It was the end of the 18th century. Wealthy British boys would go to grammar schools while girls from well off families would also attend school to learn accomplishments like embroidery and music, rather than academic subjects. Wealthy young men would go on a ‘grand tour’ of Europe taking one or two years before returning. These unfair and unequivocal opportunities and societal norms concerning the differing genders at this time set the perfect backdrop for a feminism wave to begin its development. In fact, a young woman by the name of Mary Wollstonecraft, who was a teacher at the time, would describe marriage as “legal prostitution,” in her most important rare book, Vindication of the Rights of Women. She was rightfully critical of a society that encouraged women to be “docile and attentive to their looks to the exclusion of all else.”
Wollstonecraft’s demand for justice for one-half of the British population was vastly revolutionary and caused much controversy at the time. It marked, however, the first great feminist treatise. The book was a powerful plea for a change in society’s perceptions of the function and potential of women. Since the publication of Wollstonecraft’s work, the argument that the rights of man and of woman are one and the same, once considered to be absurd, has been adopted by the majority of the civilized World. Her main argument was built on the simple principle that, “if woman be not prepared by education to become the companion of man, she will stop the progress of knowledge, for truth must be common to all.”
Despite much controversy at the time, the book was a success among liberals, radicals and educated women, and succeeded in initiating a new wave of social force led by women. By 1794 it had been translated into French and German as well as published in America, and it has ever since remained a work of the greatest importance in the field of women’s rights. A second edition was published the same year, but a planned second volume was never written because Wollstonecraft’s confidence had been severely impacted by her brief relationship with American businessman, author, and diplomat Gilbert Imlay. The surviving first editions of the London: for J. Johnson, 1792 publication of A Vindication of the Rights of Man: with Strictures on Political and Moral Subjects, are valued well over $20,000. They are extremely scarce, and they represent an important, ground-breaking manifesto on human rights.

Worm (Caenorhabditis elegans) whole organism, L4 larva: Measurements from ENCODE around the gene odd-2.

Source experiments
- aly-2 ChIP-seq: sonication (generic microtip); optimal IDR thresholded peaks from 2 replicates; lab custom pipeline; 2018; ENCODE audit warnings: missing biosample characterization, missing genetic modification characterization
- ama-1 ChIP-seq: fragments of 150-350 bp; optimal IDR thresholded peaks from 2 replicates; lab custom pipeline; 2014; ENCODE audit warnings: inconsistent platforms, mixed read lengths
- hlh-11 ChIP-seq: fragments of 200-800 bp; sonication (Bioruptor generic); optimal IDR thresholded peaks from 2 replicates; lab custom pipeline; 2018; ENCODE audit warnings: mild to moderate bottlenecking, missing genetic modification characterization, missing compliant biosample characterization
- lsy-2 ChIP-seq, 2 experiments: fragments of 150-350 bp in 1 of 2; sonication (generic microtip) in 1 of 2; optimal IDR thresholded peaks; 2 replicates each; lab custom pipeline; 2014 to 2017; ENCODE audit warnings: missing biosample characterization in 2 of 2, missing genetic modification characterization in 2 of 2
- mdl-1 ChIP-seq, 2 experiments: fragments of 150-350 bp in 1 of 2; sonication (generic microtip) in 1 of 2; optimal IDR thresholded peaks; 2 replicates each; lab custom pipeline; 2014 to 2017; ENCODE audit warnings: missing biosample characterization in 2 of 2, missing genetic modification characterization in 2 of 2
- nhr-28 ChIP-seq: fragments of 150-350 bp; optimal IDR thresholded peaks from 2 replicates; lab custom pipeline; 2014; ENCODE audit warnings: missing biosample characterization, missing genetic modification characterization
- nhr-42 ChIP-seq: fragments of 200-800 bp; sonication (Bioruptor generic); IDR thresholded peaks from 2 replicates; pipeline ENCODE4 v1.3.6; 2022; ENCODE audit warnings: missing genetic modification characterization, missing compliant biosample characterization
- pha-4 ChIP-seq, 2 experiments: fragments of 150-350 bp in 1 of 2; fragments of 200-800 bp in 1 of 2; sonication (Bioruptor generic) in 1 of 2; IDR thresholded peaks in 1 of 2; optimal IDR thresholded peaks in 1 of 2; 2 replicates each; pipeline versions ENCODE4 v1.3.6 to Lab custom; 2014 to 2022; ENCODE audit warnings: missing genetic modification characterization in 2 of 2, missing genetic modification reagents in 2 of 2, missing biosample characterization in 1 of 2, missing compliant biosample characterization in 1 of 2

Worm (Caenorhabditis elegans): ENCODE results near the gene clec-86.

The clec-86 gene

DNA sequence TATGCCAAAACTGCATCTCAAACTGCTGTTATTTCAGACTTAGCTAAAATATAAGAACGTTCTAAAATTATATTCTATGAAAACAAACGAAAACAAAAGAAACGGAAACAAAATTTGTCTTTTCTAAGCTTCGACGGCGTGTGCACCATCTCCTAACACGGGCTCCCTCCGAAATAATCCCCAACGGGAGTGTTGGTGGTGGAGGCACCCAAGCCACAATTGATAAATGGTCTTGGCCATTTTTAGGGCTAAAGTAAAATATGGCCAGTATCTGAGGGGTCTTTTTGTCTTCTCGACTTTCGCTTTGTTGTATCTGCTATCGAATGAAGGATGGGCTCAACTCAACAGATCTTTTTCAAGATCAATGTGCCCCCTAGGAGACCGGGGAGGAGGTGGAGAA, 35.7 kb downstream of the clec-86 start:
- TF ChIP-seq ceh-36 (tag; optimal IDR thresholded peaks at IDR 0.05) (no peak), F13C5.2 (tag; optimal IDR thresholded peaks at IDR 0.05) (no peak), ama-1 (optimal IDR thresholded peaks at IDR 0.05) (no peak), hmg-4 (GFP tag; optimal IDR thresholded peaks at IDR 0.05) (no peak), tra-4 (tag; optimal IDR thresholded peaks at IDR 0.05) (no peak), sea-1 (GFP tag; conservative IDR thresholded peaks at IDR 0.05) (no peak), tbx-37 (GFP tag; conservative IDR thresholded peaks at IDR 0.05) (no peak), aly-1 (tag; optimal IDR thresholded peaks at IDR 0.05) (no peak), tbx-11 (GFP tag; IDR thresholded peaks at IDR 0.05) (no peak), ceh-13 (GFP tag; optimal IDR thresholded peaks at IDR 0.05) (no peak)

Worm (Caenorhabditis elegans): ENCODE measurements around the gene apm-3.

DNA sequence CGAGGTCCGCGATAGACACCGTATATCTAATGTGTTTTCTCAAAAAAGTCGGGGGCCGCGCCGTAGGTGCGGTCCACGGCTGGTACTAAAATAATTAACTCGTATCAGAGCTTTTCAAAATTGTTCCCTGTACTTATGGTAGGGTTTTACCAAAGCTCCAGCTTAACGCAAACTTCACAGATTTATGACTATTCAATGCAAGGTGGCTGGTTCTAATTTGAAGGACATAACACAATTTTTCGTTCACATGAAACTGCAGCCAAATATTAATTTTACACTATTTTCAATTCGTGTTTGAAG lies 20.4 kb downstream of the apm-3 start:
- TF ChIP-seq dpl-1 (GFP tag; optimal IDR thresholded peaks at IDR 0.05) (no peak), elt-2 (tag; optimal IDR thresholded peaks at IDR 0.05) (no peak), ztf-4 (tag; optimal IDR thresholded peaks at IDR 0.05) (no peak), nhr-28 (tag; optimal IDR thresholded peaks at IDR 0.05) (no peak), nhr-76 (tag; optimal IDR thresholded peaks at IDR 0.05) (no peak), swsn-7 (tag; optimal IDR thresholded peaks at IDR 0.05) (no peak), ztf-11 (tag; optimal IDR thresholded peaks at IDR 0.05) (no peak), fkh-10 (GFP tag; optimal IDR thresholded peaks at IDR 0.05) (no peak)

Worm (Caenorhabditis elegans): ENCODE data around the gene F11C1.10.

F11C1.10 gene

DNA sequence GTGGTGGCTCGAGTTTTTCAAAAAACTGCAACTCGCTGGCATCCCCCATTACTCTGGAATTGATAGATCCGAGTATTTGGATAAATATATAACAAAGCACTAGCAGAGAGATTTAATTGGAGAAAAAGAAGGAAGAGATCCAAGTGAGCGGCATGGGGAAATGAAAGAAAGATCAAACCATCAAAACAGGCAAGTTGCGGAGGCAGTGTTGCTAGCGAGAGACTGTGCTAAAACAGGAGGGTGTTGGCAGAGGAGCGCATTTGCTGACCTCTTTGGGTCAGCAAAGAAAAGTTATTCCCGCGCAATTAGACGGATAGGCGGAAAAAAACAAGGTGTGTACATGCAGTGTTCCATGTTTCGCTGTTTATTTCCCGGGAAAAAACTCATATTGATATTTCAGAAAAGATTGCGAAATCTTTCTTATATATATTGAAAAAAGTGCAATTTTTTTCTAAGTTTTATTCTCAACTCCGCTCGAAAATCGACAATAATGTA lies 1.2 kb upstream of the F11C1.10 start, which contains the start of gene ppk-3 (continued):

Wollstonecraft was one of the first to question the relation between the sexes. Her philosophy dictated that women were to be more than just wives and caretakers: they were to educate children, and be companions to their husbands, instead of their “slaves.” There was indeed nothing particularly shocking about her ideas, because she did not attack the institution of marriage or the practice of religion, but only wished to ameliorate its habitual dynamics. It was, however, a very slow and painful process to change, and it took many more contributions and waves of feminism before things truly began to improve. In the early part of the 19th century, it was Jane Austen’s turn to address the restricted lives women faced at the time through her books. Austen’s Sense and Sensibility under the pseudonym ‘’A lady’’ was published in 1811, causing the outcry which ensued.
Although Vindication of the Rights of Women was technically written in Britain, it arguably represents the beginning of the first-wave in American feminism. One may only wonder what effect a completed second volume would have supplemented to the feminist movement. Instead, five years after Wollstonecraft’s affair with Gilbert Imlay, she met and married William Godwin, and in September of 1797 she died at the young age of thirty-eight right after giving birth to their daughter Mary Wollstonecraft Godwin, later Mary Shelley, the author of Frankenstein.
Some social activists believe that we may now be on a fourth-wave that began in 2008. Whether it will surge or ripple is still unknown. One thing we know for sure is that waves recede and gather strength and come back stronger. Unlike Mary Wollstonecraft’s deployment in the 18th century, today‘s transformations are utilizing much more powerful tools to spread their message – social media. Luckily for the book collector, the 18th century means are still more valuable.